Wednesday, September 15, 2021

Amazon's "Lularich" documentary about MLM Lularoe (and prosperity gospel and motherhood and Facebook) is very good

Here's one good interview with Meg Conley about the series:
My childhood takeaway was that MLMs were scams. But they were scams where you had to be polite to the scammer because they didn’t know they were being scammed.
When Mark talks about meeting Deanne for the first time, he said “before I said a word to her, there was something powerful.” He never describes her as a businesswoman. Every decision that moves her forward in her business is suggested or made by someone else: the man at the swap meet asking her to sell dresses for him, her daughter asking her to make a maxi skirt after which she says, “I found myself cutting out patterns on my kitchen counter.” (I “found myself!” That passive voice!) 
the focus of the story is on these suburban moms and these leggings but there is no discussion about who is really, really at the bottom of this pyramid scheme. The people working the line to manufacture the leggings.
It’s especially bewildering that the documentary doesn’t get into manufacturing at all because the LuLaRoe scheme isn’t initially undone by its pyramid shape! LuLaRoe starts falling apart because the leggings start falling apart. Why?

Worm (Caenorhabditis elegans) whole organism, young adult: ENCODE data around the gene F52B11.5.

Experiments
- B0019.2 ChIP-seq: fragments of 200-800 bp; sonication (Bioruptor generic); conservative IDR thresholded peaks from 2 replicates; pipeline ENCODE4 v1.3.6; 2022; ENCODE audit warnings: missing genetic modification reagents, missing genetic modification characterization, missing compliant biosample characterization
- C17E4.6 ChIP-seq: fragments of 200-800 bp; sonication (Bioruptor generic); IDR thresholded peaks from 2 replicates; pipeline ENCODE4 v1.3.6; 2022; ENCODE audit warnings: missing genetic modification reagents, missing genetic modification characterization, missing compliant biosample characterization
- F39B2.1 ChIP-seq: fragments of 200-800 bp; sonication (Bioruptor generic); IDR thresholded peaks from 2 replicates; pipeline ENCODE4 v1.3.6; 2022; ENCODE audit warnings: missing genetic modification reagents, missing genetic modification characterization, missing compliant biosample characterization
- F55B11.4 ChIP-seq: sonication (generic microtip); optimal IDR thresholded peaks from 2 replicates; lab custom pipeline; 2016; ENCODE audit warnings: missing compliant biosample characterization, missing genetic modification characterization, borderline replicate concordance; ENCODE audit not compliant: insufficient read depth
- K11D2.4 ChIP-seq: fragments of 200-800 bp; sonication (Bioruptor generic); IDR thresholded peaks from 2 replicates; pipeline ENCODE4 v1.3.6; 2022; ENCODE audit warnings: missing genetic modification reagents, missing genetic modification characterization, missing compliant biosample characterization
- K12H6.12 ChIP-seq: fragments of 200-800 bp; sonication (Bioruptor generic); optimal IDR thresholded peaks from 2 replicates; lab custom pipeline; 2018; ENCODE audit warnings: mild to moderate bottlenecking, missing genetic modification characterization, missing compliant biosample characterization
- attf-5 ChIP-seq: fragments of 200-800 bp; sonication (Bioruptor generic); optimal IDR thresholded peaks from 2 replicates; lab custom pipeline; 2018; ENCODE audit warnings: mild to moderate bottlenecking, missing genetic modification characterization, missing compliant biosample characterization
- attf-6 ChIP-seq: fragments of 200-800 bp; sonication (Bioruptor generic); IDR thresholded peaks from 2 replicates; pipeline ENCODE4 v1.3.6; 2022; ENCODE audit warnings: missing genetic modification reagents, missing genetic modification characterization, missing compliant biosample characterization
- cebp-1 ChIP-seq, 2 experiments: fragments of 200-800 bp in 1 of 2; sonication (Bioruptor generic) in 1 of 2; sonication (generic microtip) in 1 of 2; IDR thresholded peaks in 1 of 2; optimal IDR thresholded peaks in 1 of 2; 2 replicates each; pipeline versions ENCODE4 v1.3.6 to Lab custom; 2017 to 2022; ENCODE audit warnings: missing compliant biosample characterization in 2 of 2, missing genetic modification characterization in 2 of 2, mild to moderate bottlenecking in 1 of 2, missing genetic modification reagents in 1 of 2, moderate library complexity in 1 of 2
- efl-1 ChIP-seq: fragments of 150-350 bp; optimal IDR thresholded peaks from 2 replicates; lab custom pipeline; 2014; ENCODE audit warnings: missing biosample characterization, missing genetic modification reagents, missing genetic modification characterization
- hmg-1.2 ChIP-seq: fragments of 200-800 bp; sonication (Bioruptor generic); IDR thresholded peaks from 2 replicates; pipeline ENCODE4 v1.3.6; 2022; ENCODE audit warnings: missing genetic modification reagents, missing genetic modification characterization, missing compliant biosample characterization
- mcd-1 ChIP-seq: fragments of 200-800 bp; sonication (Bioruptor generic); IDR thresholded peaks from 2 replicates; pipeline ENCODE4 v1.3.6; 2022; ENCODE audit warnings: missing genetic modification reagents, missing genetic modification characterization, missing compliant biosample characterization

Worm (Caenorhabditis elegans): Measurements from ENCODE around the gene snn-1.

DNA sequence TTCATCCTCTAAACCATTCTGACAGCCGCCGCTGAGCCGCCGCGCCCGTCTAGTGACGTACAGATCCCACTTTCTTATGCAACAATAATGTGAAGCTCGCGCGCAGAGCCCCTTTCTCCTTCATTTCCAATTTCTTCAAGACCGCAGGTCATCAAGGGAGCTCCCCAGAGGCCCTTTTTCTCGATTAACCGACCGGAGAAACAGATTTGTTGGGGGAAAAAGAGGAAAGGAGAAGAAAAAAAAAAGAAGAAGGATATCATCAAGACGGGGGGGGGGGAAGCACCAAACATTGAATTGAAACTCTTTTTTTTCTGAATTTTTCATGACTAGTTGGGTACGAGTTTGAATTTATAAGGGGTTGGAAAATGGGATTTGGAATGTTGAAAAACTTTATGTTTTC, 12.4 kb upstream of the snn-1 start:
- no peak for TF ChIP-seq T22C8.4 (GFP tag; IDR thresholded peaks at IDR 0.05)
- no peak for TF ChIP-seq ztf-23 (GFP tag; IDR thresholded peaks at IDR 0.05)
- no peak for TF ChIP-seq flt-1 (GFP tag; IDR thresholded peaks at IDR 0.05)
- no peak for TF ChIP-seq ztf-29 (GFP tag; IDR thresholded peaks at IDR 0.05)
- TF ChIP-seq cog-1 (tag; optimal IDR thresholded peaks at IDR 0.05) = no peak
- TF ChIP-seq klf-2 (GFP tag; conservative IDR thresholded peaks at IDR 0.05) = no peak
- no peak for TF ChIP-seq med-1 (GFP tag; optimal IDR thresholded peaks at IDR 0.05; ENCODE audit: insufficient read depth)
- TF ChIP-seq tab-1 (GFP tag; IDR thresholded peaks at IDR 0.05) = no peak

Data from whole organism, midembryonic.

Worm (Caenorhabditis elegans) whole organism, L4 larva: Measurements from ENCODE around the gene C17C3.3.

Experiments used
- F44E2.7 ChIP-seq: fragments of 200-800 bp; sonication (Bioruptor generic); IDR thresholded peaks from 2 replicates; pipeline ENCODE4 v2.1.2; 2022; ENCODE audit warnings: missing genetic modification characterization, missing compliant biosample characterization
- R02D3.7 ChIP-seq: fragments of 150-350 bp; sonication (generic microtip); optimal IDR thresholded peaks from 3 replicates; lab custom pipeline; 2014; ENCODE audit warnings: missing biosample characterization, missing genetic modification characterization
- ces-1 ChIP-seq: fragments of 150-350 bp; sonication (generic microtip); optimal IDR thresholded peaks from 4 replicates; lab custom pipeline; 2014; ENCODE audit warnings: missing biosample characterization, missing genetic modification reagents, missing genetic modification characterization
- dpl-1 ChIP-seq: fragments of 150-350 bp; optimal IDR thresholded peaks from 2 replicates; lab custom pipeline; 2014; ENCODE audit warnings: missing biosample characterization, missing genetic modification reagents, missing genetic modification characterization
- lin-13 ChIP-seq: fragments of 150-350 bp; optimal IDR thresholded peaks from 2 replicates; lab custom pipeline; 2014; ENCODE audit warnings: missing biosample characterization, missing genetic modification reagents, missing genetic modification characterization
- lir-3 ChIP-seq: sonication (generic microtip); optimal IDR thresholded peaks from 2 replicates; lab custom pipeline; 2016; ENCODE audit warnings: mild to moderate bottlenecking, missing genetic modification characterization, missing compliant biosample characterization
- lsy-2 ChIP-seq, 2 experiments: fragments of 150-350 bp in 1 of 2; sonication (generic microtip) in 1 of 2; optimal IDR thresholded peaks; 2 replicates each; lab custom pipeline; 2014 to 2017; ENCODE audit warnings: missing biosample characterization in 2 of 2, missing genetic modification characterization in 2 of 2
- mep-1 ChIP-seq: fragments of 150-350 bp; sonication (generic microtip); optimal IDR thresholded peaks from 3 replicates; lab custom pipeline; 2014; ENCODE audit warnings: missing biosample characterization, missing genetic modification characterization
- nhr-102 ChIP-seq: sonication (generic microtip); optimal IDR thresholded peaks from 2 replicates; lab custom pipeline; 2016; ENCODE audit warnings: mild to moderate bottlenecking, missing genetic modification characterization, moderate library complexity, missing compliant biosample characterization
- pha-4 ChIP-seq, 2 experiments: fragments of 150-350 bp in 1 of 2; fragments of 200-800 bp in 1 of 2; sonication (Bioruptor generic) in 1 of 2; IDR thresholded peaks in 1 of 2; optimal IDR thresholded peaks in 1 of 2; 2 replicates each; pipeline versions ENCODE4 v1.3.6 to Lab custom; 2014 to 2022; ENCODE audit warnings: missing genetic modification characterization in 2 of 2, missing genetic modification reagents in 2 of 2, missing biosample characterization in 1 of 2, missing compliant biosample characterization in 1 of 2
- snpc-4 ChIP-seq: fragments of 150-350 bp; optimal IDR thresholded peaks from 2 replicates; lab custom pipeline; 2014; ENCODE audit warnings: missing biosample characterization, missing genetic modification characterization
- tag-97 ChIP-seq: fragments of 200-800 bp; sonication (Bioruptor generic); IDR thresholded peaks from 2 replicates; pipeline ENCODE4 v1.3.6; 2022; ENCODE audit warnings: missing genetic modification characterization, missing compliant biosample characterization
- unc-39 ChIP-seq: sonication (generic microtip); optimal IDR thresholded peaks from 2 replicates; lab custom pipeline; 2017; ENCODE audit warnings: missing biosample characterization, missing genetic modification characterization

These are women who are often excellent at a whole slew of tasks — who run PTAs, manage family finances, keep kids and spouses on track, and maintain familial and social ties for the whole family — but whose work is uncompensated and largely invisible. And, importantly, whose work was often solitary.

LuLaRoe, and other MLMs, gave these women space for ambition — just a little, not too much, and in the solidly gender-segregated realm of selling women’s clothing to other women. And the goal was clear: Not financial independence for women, but the enhanced ability for a mother to contribute to her family without compromising her primary obligation to care for her household.

Just as importantly, LuLaRoe gave these women an excuse for adult connection — a reason to throw parties, to go on cruises, to meet other women and extend their social networks in ways that didn’t revolve around their kids. They could talk business, not family.
I watched the series thinking about guys with laser eyes and crypto in their handles.